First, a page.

UPDATE: Williams’ execution has been stayed, by order of Missouri governor as DNA evidence has called the original conviction into question.
issouri Governor Eric Greitens issued a stay of execution on Tuesday for Marcellus Williams, who was sentenced to death in 2001 for killing Lisha Gayle, a former reporter, during a burglary.
The decision came a few hours before Williams was due to be lethally injected in a state prison.
The execution of Williams, who has always maintained his innocence, was originally planned for January 28, 2015, but a court decided that DNA from the case should be investigated using techniques that were not available when trial took place.
This test showed that the DNA on the murder weapon was not of Williams. A bloody footprint and hair fibres found at the scene of the crime also did not belong to Williams.
With no forensic or eyewitness testimony linking Williams directly to the murder, the prosecution based its case on the testimonies of two people who later received a financial reward from the victim’s family during a trial where 11 of the 12 jurors were white.
However, the court refused to take this new evidence into consideration, planning to go ahead with the execution nonetheless.
“A sentence of death is the ultimate, permanent punishment,” Greitens said in a press release on Tuesday. “To carry out the death penalty, the people of Missouri must have confidence in the judgment of guilt.”
“In light of new information, I am appointing a Board of Inquiry in this case.”
Kent Gipson, the lawyer of Williams, said he was “very happy” with the governor’s decision.
“We think it’s the right decision based on the new DNA evidence,” Gipson told Al Jazeera. “We’re ready to present all our evidence to the board of inquiry and we are fairly confident that this is going to end well for Marcellus.”
The Board of Inquiry appointed by the governor will consist of five former Missouri judges who will report back to Greitens with a recommendation as to whether or not Williams should be executed or his sentence of death commuted.
Staci Pratt, executive director of human rights organisation Missourians for Alternatives to the Death Penalty, who has been campaigning against the execution, also welcomed Greitens’ decision.
“We have much to celebrate right now but also much to acknowledge how we got to this day that we need to hold these rallies. Our capital punishment is broken and our judicial system still has major flaws,” Pratt told Al Jazeera.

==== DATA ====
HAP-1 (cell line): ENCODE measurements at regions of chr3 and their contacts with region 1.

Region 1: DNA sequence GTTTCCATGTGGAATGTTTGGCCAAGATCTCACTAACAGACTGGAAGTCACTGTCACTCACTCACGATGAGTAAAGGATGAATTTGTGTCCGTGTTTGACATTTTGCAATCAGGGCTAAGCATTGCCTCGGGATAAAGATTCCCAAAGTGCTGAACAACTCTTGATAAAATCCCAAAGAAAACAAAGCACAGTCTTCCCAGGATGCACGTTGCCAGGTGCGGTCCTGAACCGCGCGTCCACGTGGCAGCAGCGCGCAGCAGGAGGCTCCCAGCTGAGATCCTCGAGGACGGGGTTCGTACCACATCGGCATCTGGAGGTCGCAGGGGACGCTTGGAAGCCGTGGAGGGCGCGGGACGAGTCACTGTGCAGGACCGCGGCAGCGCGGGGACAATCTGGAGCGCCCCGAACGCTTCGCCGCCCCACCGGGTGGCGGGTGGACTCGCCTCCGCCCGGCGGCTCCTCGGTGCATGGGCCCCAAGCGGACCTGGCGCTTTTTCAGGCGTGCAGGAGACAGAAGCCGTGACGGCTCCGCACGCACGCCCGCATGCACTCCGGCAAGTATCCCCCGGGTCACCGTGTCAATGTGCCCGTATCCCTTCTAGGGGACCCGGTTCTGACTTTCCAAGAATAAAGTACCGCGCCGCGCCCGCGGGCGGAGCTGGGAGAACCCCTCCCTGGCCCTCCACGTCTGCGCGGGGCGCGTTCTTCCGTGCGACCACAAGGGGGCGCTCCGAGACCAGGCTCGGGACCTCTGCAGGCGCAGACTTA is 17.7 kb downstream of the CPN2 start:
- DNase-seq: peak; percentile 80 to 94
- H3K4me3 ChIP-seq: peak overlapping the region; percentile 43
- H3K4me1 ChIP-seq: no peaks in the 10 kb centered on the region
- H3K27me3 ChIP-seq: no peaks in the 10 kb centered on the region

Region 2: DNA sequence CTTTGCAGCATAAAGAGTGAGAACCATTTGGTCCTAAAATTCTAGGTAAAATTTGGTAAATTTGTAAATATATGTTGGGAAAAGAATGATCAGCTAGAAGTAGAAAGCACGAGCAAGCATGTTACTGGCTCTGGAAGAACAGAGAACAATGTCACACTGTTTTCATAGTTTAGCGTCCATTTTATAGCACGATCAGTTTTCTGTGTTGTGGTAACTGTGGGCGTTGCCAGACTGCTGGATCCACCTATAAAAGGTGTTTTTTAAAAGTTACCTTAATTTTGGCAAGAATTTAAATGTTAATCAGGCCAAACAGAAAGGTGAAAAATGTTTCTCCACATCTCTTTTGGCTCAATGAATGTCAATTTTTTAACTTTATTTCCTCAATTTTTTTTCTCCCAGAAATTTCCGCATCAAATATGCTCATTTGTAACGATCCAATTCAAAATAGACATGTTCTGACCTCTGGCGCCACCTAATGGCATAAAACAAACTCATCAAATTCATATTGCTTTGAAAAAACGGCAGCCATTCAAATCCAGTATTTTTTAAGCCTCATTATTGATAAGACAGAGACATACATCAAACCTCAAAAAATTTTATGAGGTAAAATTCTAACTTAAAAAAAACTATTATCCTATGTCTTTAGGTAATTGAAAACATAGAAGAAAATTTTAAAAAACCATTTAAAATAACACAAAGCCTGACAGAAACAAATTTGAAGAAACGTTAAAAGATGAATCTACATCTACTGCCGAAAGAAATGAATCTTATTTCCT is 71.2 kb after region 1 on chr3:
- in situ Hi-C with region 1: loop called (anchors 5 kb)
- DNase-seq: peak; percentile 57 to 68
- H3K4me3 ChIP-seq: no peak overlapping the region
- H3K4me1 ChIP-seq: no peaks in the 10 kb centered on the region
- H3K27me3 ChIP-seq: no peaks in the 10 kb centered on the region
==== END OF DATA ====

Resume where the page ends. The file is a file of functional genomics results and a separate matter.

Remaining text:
“This is a wakeup call and a siren, this is about more than just Marcellus’ case. Naturally, we are happy with today’s result, but we must make sure that cases like Marcellus’ don’t arise again.”
On Tuesday, the state of Missouri is planning on moving forward with the execution of 48-year-old Marcellus Williams, even though his lawyers have evidence which they claim could prove Williams’ innocence.
Williams is scheduled to be executed by lethal injection at 7 p.m. ET, but on Monday his lawyers filed a brief with Supreme Court Justice Neil Gorsuch, asking for a reprieve to review the new evidence. According to Williams’ lawyers, his DNA doesn’t exist on the murder weapon; DNA from another male was found. When Williams was convicted in 2001, the evidence was not available.
“There is no physical evidence, no eyewitnesses that directly connect Williams to the murder, the DNA on the weapon wasn’t his, the bloody footprint at the murder scene wasn’t from Williams’ shoe and was a different size, and the hair fibres found weren’t his,” Gipson in an interview with Al Jazeera.
Gipson points to a variety of factors in Williams’ conviction, including race, faulty witnesses and Williams’ socio-economic status.
Williams was picked up by police three weeks after Gayle’s death on an unrelated charge. Court documents show police found some of her personal belongings in his car. Authorities also recovered a laptop Williams sold, which belonged to the victim’s husband.
While Williams was in jail for the unrelated charge, his cellmate, Henry Cole, and Laura Asaro, Williams’ former girlfriend, testified that Williams separately confessed to committing the murder. Gipson believes Cole and Asaro were prompted to give false statments by a $10,000 reward that Gayle’s family offered in exchange for information leading to her death.
“At the time, we didn’t have the technology to do these DNA tests. But even now that there is indisputable scientific evidence exonerating Williams from the murder, the attorney general still thinks these testimonies hold more weight than the DNA evidence that shows Williams didn’t commit this crime,” Gipson said to Al Jazeera.
William’s son, Marcellus Williams II, maintains his father’s innocence and states that his father has remained relatively calm in the face of death.
“Someone murdered that woman, but it wasn’t my father,” he said to CNN. “I wish they would find the right suspect and charge them to the fullest extent of the law.”